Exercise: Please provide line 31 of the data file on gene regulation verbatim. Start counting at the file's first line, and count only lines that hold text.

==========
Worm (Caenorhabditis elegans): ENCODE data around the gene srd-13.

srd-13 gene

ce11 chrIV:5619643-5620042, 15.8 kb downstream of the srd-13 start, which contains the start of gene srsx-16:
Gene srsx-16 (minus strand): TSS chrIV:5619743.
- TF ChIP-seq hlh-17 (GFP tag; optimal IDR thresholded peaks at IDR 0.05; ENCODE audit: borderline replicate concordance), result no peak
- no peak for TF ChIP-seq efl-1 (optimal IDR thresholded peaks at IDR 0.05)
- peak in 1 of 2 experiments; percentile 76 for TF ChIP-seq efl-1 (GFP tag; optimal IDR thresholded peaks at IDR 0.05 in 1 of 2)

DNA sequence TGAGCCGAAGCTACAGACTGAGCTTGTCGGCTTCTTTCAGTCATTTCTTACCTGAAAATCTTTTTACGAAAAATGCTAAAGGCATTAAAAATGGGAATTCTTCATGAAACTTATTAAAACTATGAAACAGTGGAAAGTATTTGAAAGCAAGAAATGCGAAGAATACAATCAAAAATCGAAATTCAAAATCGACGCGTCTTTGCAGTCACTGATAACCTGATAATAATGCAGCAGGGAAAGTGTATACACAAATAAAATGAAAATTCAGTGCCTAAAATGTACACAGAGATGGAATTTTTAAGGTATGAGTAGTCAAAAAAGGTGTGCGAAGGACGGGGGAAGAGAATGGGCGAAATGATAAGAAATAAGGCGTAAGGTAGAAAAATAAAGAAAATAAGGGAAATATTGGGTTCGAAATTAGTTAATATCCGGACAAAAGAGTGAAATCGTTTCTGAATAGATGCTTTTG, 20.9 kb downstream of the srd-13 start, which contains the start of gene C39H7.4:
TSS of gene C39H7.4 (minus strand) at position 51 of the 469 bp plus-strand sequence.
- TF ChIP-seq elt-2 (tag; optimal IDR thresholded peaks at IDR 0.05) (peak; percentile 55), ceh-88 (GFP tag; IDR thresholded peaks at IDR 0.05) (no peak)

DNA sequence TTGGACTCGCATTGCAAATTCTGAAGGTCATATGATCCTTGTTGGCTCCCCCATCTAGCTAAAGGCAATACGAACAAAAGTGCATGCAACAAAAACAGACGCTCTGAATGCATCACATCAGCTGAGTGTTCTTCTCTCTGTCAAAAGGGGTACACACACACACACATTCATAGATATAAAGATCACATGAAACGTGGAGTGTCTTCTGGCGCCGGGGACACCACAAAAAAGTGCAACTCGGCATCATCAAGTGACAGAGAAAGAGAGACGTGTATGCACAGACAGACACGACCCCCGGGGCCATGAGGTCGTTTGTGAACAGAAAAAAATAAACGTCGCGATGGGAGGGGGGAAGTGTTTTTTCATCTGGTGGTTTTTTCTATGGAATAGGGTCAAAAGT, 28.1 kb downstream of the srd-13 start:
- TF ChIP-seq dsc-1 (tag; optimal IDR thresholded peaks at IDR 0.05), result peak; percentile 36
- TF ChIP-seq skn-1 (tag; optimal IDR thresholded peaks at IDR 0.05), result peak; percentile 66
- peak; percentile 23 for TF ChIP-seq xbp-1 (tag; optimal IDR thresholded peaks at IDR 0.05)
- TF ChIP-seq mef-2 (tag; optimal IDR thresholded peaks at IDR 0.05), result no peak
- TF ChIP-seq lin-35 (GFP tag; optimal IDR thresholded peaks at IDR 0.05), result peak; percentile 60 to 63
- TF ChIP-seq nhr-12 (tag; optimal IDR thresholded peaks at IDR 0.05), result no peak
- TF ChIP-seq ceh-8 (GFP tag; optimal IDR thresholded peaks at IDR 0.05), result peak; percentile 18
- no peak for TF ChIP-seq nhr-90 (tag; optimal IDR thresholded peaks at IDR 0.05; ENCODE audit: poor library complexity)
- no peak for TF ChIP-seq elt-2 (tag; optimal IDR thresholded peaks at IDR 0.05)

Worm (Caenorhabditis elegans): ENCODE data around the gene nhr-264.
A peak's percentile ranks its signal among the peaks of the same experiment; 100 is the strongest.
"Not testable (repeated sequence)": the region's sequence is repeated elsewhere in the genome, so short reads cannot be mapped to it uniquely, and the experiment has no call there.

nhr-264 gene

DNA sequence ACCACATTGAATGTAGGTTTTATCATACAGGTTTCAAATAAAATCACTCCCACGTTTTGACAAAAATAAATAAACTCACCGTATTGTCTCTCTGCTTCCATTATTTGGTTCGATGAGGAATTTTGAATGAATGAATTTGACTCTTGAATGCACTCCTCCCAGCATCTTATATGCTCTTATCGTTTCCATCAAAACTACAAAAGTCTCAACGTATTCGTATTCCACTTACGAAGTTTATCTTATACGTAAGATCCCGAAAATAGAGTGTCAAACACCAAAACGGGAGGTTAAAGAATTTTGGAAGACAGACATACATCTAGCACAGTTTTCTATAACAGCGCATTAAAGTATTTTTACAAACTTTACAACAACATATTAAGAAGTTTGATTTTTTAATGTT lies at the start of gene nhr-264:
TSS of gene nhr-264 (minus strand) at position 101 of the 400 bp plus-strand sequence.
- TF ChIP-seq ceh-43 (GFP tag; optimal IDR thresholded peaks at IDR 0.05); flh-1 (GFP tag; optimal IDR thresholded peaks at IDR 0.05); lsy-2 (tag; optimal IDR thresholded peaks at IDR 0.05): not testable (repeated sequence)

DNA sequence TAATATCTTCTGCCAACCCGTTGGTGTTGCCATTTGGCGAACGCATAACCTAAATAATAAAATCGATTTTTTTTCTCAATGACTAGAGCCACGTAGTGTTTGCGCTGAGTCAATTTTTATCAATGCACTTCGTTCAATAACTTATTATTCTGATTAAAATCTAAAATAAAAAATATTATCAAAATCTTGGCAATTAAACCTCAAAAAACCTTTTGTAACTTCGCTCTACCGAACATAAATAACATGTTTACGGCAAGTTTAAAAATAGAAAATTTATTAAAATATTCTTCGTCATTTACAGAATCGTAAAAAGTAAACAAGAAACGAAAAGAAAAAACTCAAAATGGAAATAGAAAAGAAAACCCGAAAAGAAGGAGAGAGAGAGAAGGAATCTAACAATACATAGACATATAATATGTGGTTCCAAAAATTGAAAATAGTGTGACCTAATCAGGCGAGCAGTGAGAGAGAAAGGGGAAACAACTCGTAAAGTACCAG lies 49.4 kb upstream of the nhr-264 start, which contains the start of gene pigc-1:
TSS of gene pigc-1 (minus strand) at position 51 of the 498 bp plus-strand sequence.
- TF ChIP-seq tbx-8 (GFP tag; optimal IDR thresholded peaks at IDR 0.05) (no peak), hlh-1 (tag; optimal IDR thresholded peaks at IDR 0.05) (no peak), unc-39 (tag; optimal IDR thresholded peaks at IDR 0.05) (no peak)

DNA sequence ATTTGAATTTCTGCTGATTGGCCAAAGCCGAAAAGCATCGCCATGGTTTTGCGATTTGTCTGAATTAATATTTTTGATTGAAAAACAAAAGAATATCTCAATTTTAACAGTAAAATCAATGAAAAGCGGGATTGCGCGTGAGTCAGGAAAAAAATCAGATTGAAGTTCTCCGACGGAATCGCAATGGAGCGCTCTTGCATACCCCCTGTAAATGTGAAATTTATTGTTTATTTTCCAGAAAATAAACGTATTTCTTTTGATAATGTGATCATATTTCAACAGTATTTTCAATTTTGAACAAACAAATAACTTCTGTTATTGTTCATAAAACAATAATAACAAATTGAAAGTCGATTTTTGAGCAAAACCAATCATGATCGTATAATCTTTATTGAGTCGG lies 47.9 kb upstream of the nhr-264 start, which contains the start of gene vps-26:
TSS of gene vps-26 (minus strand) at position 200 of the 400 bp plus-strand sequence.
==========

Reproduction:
DNA sequence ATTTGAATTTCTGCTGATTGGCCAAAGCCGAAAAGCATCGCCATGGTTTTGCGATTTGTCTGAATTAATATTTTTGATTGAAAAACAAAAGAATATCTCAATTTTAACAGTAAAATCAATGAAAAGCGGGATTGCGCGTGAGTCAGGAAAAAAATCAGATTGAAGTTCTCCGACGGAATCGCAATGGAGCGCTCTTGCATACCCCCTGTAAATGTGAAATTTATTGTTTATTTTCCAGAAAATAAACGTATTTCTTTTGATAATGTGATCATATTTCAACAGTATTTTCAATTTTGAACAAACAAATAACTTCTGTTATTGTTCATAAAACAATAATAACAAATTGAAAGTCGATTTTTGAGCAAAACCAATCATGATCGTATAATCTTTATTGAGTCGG lies 47.9 kb upstream of the nhr-264 start, which contains the start of gene vps-26: